Two 1625kW (2180shp) takeoff rated Pratt & Whitney Canada PW119B turboprops driving six blade Hartzell propellers.
328-110 - Max cruising speed 620km/h (335kt). Design cruising altitude 25,000ft or optionally 31,000ft. Range with 30 passengers and reserves at max cruising speed and 25,000ft cruising altitude 1665km (900nm), at 31,000ft 1850km (1000nm).
328-110 - Operating empty 8920kg (19,665lb), max takeoff 13,990kg (30,842lb).
Flightcrew of two. Typical passenger seating for 30 to 33 at three abreast, max seating for 39 at four abreast.
Total 328 production of 112, incl 105 production aircraft. 95 in service in late 2002.
30 seat regional turboprop airliner
The 30 seat Dornier 328 is a modern regional turboprop airliner that offers high cruising speeds and advanced systems.
Development of the 328 traces back to Dornier's mid 1980s market research that indicated there existed a substantial market for regional airliners in the 30 seat class through to 2005. Firm 328 development work began in December 1988, culminating in the first development aircraft's first flight on December 6 1991.
The 328 was awarded certification in October 1993. First customer deliveries also occurred in October 1993.
The 328 design incorporates an all new fuselage section for three abreast seating (offering more width per passenger than the 727/737) combined with the same basic supercritical wing of the earlier Dornier 228. Clean aerodynamics give the 328 excellent high speed cruise and climb performance. Composite materials are used in a number of areas (particularly the tail) to reduce weight and the blades on the Hartzell props are composite. The flightdeck features a five screen Honeywell Primus 2000 EFIS avionics system, while with heads-up displays the 328 can be qualified for Cat IIIa landings.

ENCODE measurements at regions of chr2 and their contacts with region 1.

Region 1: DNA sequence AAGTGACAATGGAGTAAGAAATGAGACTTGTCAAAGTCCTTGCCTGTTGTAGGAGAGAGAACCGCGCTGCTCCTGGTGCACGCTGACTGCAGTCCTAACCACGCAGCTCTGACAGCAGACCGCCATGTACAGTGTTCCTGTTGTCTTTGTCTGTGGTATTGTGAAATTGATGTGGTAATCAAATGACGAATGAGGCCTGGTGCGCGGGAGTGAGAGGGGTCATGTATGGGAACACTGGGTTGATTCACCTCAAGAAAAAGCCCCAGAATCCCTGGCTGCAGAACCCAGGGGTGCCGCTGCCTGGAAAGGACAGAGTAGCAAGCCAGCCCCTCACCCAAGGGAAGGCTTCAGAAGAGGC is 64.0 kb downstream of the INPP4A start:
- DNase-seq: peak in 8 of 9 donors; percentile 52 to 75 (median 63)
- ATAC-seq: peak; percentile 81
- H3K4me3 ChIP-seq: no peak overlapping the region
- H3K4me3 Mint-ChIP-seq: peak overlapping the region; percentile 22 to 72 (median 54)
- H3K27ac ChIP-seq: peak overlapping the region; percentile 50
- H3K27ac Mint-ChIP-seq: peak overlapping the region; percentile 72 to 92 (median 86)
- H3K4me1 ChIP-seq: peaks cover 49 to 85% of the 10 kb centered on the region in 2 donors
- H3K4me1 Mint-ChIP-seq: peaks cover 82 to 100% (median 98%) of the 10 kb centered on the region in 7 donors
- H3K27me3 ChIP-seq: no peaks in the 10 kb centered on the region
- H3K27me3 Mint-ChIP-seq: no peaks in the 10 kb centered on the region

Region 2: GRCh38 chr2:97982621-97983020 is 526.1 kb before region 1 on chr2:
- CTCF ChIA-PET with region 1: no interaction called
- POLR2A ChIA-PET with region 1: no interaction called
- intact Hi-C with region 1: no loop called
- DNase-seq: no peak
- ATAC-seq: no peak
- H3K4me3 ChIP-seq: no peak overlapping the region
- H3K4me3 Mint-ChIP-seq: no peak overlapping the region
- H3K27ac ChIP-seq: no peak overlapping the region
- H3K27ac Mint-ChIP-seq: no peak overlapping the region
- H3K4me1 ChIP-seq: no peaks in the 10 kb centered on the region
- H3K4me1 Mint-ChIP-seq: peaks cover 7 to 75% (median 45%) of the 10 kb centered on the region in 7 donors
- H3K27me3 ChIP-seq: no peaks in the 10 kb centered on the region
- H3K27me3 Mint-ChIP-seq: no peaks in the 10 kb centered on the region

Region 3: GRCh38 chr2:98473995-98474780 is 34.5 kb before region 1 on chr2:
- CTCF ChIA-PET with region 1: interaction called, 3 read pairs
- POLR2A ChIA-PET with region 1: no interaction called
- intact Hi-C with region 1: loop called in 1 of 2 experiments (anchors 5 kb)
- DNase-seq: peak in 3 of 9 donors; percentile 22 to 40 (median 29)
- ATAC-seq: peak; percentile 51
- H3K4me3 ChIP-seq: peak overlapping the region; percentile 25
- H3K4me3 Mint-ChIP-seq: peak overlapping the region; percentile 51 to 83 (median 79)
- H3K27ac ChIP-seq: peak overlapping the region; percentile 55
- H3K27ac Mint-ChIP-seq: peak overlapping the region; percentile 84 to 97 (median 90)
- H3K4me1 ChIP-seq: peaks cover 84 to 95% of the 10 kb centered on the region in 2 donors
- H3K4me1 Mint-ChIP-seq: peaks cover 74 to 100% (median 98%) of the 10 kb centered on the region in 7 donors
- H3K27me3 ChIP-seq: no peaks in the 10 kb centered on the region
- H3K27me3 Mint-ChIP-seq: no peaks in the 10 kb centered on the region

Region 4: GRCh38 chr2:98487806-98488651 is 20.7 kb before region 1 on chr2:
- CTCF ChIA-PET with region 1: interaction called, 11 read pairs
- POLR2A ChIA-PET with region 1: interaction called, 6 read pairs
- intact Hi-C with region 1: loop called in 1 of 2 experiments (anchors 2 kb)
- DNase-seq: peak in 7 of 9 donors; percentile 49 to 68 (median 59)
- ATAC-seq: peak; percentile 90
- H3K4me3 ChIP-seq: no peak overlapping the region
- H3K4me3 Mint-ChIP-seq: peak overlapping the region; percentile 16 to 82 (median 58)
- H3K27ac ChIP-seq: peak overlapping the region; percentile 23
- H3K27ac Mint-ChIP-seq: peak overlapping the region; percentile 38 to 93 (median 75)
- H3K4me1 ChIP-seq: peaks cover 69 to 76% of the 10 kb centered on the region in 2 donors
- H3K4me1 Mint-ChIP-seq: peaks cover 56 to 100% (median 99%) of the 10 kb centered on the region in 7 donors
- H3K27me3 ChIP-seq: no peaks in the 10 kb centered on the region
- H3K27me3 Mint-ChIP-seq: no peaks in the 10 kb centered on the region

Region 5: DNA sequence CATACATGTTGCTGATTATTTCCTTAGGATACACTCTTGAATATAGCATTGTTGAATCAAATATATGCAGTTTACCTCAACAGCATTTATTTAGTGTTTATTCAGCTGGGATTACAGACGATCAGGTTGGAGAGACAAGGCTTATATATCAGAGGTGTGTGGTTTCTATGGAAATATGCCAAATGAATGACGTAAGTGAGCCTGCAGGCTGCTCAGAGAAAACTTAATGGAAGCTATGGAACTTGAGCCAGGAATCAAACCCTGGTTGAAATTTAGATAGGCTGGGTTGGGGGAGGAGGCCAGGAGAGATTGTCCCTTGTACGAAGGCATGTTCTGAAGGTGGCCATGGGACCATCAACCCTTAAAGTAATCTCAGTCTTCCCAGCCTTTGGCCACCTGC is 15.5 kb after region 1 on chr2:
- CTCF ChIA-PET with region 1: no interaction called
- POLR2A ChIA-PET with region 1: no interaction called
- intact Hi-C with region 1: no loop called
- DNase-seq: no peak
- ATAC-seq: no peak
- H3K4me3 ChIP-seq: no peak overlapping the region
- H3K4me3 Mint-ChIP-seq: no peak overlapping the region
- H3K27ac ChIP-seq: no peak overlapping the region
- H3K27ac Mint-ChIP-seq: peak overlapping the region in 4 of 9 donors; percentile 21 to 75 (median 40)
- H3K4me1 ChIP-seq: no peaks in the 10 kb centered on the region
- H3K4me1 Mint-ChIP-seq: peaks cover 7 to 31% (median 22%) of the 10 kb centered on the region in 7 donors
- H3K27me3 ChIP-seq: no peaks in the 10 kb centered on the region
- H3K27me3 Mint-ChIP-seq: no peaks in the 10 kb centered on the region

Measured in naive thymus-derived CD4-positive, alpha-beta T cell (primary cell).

Industrial partners on the 328 include Daewoo Heavy Industries (fuselage), Aermacchi (nose), Westland (nacelles) and Israel Aircraft Industries (wing), accounting for 40% of the aircraft's construction.
Variants of the 328 are the initial production standard 328-100, the standard 328-110 with a larger dorsal fin, heavier weights and greater range, the 328-120 with PW119C engines and improved short field performance and the 328-130 with progressive rudder authority reduction with increasing airspeed.
At various times Dornier studied 50 seat stretches of the 328, but all were abandoned. Dornier also studied building a 328 demonstrator powered by hydrogen. The liquid hydrogen fuel would have been stored in two external tanks under the wings and outboard of the engines.
The last 328 was delivered to Air Alps Aviation in Austria in October 1999. The 328JET regional jet development is described separately.
Fairchild Aerospace acquired 80% of Dornier in early June 1996 to form Fairchild Dornier GmbH, but production of the 328 had stopped already before the Fairchild Dornier name became effective August 8, 2000.